15. 2300-2100 A very early record, the ‘Heliopolis Creation Narrative’ of the Kemetic priests of On, and the Memphite Declaration of the Deities, was first written on papyrus, later to be incised on stone (see 19). These words are perhaps the earliest written accounts of Creation.
16. ca 1000-800 The Bantu (‘Bantu’ means ‘the people’) of whom there were some sixty million, had already begun migrating south into southern Africa, from their settlements in west Africa. This migration, which continued for over 2,000 years, was one of the largest in human history. The growing population could have been a major factor forcing the move. The Bantus might have sought more land for their agricultural developments, which included formerly unfamiliar foods, such as the banana (native to southern Asia). The Bantu, though a vast peoples who later developed impressive kingdoms in both western and central regions of Africa, initially governed themselves through relatively small, local structures.
17. The Bantu-speakers quite early separated into two groups, with the eastern Bantu-speakers continuing the migration through what became present-day Zimbabwe and Mozambique. Most of this group finally settled in the future South Africa. The western group of the Bantu migrated through the future Angola, Namibia and the northwestern part of Botswana. The Bantu left many traces, one of the foremost being their language. Of the languages based on the Bantu, the most dominant is the Arab-touched Swahili (or Kiswahili, meaning the language of the Swahili/ coastal people). Swahili was spoken along the coast of east Africa and beyond. Its first great importance was its use in trading, whence came the influence of Arabic. Today there are some fifty million Kiswahili speakers, with a variety of mutually-understood dialects.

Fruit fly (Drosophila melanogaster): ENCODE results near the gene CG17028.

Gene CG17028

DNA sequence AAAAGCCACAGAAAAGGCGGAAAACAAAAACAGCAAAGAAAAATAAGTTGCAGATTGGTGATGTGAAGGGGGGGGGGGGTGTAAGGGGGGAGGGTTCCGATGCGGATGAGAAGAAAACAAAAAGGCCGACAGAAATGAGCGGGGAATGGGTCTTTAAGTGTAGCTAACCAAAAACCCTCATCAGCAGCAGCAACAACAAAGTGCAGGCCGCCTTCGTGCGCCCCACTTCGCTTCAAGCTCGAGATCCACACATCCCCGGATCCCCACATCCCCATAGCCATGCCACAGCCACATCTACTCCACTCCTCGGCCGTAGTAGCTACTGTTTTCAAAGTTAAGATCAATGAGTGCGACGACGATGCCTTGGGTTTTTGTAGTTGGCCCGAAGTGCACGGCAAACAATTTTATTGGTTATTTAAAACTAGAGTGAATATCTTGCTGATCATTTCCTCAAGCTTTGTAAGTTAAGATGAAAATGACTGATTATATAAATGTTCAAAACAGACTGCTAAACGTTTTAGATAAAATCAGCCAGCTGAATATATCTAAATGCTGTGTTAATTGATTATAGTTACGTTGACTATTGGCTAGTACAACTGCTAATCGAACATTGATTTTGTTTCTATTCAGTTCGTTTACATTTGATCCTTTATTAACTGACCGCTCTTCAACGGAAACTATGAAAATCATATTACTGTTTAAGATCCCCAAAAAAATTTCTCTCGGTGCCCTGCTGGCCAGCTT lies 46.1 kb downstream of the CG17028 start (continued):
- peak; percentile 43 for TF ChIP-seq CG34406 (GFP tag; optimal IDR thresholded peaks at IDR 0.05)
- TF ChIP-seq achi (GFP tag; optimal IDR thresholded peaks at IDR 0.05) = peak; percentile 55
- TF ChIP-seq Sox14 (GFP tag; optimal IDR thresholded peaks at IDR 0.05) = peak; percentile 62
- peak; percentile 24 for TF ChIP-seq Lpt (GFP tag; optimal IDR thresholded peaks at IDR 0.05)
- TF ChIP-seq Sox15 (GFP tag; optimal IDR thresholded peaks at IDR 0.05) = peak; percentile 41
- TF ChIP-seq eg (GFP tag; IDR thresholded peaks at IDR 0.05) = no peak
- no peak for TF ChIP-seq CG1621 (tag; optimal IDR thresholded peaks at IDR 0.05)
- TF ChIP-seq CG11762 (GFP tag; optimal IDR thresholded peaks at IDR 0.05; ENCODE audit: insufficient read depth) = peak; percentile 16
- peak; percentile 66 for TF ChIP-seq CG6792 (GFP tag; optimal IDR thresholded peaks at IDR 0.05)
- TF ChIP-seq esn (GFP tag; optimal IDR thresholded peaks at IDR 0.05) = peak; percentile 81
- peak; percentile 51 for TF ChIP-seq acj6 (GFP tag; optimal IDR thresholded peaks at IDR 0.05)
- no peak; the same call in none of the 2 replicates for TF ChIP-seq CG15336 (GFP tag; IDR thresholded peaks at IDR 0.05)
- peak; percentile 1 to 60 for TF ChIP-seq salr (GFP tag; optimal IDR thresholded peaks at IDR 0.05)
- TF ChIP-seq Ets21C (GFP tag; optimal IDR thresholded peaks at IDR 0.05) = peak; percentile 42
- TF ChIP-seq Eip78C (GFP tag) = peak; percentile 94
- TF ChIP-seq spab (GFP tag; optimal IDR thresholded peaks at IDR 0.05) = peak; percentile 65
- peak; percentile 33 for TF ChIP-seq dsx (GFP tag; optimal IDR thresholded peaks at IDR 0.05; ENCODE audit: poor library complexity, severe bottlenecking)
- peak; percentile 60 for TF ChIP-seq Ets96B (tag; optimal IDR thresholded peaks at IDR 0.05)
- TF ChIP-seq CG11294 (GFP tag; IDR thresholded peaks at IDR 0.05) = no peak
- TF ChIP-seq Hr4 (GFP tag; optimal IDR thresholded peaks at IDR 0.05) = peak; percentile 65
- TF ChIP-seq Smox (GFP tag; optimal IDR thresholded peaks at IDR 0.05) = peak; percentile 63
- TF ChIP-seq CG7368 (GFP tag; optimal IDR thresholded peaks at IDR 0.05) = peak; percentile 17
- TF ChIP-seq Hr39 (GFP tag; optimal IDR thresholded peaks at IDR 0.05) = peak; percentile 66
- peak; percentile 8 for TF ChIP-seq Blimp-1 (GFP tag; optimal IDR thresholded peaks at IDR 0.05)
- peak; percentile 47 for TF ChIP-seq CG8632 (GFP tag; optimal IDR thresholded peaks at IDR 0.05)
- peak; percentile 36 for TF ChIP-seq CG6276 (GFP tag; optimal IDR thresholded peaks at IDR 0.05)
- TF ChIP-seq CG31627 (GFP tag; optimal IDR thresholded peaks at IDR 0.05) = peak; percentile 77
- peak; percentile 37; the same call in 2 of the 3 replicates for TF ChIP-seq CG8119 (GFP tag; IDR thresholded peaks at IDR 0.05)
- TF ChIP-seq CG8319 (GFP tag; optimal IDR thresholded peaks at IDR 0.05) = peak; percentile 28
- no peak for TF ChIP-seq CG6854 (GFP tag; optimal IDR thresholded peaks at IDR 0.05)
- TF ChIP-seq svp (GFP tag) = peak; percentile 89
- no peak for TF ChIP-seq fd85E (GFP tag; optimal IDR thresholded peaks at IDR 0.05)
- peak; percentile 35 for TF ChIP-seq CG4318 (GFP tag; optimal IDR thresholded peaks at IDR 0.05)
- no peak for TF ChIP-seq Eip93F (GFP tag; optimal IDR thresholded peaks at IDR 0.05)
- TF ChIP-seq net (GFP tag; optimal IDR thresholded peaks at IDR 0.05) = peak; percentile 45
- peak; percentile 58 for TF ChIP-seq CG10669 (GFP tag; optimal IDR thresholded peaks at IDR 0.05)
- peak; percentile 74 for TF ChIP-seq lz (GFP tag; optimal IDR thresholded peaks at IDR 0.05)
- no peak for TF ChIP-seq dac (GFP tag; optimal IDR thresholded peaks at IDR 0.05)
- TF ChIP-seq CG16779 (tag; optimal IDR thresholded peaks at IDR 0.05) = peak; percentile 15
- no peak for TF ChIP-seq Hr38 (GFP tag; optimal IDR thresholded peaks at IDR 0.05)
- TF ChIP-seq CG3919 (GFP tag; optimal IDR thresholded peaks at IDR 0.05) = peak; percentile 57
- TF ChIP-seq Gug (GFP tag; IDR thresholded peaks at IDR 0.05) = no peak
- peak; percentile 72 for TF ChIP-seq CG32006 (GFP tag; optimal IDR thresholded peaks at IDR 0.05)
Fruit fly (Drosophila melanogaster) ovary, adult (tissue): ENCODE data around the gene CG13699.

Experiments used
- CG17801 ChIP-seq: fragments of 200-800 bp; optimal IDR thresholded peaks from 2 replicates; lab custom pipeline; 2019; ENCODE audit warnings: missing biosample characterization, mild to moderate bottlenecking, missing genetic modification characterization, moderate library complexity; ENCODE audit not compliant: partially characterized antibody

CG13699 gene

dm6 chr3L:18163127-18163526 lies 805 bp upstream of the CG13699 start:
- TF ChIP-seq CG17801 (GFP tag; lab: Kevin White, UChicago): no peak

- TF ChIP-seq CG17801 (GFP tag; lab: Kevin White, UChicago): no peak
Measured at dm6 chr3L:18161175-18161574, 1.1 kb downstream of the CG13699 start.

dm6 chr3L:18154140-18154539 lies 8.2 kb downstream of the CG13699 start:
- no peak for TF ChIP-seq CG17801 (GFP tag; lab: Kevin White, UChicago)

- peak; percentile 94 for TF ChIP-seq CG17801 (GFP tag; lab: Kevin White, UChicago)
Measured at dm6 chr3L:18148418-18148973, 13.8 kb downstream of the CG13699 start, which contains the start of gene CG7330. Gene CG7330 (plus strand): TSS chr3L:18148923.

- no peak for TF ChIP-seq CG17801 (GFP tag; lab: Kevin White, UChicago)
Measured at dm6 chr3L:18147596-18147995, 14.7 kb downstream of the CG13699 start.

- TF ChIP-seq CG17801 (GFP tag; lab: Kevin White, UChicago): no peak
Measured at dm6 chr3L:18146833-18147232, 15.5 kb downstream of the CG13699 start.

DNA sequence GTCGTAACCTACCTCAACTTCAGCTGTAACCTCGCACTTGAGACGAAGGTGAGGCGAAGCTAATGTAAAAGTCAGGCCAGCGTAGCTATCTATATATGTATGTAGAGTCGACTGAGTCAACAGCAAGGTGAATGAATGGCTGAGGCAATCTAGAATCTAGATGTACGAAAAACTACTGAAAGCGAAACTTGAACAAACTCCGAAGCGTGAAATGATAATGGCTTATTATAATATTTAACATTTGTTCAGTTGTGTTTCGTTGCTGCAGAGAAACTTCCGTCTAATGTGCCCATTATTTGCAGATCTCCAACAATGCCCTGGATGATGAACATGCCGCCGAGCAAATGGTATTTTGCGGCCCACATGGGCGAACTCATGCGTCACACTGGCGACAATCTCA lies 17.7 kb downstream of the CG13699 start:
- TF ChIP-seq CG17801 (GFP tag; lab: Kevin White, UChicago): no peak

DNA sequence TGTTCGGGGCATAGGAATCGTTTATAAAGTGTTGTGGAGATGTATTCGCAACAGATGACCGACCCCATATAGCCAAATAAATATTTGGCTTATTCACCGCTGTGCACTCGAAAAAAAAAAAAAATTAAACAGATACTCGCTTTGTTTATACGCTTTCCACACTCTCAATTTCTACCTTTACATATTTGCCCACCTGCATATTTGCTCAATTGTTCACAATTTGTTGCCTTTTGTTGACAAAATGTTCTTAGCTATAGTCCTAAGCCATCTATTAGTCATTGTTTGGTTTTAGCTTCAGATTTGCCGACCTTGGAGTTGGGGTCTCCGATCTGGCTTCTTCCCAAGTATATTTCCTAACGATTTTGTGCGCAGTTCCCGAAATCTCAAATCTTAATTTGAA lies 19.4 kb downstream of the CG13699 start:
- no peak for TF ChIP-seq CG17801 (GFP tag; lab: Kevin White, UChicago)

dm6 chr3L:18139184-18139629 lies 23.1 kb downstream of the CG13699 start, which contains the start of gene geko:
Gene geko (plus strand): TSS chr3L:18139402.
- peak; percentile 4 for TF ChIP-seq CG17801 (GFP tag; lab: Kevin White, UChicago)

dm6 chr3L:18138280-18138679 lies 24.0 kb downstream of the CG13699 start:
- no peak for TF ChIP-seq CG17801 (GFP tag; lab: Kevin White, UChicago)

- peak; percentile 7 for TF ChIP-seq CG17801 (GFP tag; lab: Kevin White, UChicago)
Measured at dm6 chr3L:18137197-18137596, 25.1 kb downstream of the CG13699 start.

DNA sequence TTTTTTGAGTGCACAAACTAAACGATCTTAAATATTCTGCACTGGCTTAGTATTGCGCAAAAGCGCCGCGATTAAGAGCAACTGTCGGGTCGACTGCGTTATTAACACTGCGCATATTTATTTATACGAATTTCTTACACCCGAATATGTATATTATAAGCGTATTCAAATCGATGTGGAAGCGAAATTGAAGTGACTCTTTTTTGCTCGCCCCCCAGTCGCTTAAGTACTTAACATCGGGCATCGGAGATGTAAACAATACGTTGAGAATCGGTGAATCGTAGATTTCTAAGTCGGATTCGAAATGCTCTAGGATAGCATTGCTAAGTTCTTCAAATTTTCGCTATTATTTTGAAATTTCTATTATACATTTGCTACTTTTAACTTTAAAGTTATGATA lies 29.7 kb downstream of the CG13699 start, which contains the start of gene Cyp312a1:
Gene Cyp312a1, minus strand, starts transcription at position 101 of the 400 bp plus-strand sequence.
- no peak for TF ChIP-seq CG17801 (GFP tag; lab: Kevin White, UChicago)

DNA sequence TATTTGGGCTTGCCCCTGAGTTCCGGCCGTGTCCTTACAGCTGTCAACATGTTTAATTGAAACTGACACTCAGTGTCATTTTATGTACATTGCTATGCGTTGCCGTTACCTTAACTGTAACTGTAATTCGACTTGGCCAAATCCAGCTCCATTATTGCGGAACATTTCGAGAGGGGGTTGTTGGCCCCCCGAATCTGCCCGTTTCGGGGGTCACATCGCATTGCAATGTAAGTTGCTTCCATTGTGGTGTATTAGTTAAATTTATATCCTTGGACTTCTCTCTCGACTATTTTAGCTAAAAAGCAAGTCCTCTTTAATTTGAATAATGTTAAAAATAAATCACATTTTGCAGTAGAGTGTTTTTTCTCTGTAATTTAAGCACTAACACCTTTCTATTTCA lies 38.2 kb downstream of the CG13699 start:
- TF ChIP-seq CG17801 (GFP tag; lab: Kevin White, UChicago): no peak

18. Many ethnic groups count the Bantu as ancestors. Among these are the Shona, Xhosa, Kikuyu, and Zulu, descended from the eastern Bantus, and the Herero and Tonga peoples, from the western Bantus.
19. 710 BCE This is the presumed date of the carving of the ‘Heliopolis Creation Narrative’ of the Kemetic priests of On, and the Memphite Declaration of the Deities. Originally written on papyrus, these words are thought to be the earliest written accounts of Creation.
20. 750-600 People of Kush/Nubia by this time ruled Egypt; their capital was Meroe. Their competence in metal work and science led to strong and increasingly widening influence in sub- Sahara Africa. The Kingdom of Nubia lasted more than nine hundred years.
BCE > CE the point of the meeting of the old era (Before the Common/Christian Era) and the new era (the Common Era)